November 18, 2009 @ 1:33 pm

    @JREL: I hope that is true. About 10 years ago I met a Peranakan woman who told me she had all sorts of problems in school because she was "classified" as having Chinese as her mother tongue despite not growing up in a Chinese-speaking home.

    I also recall being told (by someone in government) that the rationale for making English the lingua franca of Singapore at independence was to avoid seeming to prefer one ethnic group over another, an issue of no small concern in the mid-60s. When did the official policy change? For that matter (as evidence of how out of touch I am with Singapore these days) when did LKY become Minister Mentor instead of Senior Minister?

  17. dwmacg said,

    November 18, 2009 @ 1:34 pm

    I've heard that early bilingualism makes later language learning easier, because bilingual children learn early on the abstract nature of words (and presumably grammatical constructions), but right now I can't find any references to that work. But this article summarizes some of the cognitive benefits of early bilingualism. In brief: bilinguals have "advanced cognitive functioning in the area of executive function and self-control"; "bilingual children were better able [than monolinguals] to inhibit competing meanings in a related task and thus were better able to learn words with closely overlapping meanings"; and "learning new ideas in one language may benefit understanding of the idea even when the idea is presented in another language."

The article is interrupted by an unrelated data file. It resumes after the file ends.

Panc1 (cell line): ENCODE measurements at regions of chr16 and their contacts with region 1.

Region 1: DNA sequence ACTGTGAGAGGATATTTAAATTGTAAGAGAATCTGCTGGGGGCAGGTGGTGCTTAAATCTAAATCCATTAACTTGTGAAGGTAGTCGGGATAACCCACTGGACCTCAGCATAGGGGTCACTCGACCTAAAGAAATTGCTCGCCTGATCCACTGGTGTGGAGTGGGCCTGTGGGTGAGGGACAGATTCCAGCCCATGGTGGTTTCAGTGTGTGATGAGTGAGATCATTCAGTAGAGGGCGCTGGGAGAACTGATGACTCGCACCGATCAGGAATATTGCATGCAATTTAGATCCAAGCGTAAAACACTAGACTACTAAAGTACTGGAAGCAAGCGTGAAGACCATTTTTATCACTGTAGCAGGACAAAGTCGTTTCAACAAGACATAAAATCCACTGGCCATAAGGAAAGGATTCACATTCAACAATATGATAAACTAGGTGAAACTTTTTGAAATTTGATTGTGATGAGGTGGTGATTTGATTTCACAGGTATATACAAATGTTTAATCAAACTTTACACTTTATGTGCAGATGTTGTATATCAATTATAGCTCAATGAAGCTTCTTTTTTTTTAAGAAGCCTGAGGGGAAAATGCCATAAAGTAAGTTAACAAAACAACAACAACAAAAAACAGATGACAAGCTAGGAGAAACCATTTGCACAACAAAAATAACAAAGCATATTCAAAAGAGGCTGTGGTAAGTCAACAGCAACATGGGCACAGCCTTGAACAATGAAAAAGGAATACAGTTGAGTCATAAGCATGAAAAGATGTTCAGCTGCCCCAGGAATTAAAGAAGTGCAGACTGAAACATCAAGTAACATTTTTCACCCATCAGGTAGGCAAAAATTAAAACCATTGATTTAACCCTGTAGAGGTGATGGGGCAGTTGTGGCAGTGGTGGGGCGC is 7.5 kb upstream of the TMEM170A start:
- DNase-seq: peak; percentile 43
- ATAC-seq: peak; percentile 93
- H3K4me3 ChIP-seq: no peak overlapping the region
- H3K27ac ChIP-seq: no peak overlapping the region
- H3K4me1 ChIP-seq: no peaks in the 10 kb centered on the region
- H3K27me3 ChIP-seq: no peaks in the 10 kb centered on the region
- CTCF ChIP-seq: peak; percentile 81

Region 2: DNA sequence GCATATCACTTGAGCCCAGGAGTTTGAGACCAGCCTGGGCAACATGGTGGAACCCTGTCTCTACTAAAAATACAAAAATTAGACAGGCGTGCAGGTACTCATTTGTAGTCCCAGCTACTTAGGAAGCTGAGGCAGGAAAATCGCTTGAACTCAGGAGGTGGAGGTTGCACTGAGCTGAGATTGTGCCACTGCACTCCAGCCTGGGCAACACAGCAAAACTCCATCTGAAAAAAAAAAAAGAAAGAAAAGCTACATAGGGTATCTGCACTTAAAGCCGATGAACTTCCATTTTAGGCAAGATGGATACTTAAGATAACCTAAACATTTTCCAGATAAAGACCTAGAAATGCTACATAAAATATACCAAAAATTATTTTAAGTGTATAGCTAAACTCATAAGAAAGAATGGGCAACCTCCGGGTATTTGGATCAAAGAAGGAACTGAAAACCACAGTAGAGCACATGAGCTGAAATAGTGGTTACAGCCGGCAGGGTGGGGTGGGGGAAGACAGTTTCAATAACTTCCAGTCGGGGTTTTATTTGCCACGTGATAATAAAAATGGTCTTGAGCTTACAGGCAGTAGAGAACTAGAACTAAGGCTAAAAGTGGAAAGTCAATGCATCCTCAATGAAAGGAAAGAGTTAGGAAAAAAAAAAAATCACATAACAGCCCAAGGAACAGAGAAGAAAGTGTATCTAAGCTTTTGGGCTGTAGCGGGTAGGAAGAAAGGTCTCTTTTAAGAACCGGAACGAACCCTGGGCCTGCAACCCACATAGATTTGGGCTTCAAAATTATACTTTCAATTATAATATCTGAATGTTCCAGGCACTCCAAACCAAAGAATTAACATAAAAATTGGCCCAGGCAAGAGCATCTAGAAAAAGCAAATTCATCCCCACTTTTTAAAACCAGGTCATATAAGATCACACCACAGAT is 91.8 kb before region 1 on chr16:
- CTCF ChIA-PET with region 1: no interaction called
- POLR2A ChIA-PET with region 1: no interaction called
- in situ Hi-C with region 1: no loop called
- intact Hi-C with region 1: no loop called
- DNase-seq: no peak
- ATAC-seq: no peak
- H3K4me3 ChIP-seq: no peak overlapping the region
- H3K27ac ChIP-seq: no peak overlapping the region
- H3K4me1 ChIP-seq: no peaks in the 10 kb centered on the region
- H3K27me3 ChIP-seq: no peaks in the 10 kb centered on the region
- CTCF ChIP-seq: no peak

18. dwmacg said,

    November 18, 2009 @ 2:07 pm

    More anecdotally, I've experienced the English/foreign dichotomy that Zora mentions. At one point in my life it was Turkish that occupied the foreign slot, but now it's Spanish. And I sometimes find Spanish intruding on my English (e.g., by using anda as an expression of surprise).

    But then again, code switching is a good sign.

  19. Cameron said,

    November 18, 2009 @ 3:33 pm

    When I was in Singapore a few years ago I heard from several people that the language policy was a real burden to people who were classified as having Chinese (Mandarin) as their "mother tongue". The main point of contention was that written fluency in the mother tongue is one of the criteria for entrance to the country's elite universities. And while the Singapore Chinese generally learn to speak Mandarin pretty well (though with a distinctive accent) reading and writing is a different thing altogether. The younger generation look at the Chinese characters purely as an obstacle they have to overcome to get into one of the top colleges. And if the mother tongue requirements represent too great a challenge, they look to colleges abroad: US, Canada, Australia, etc.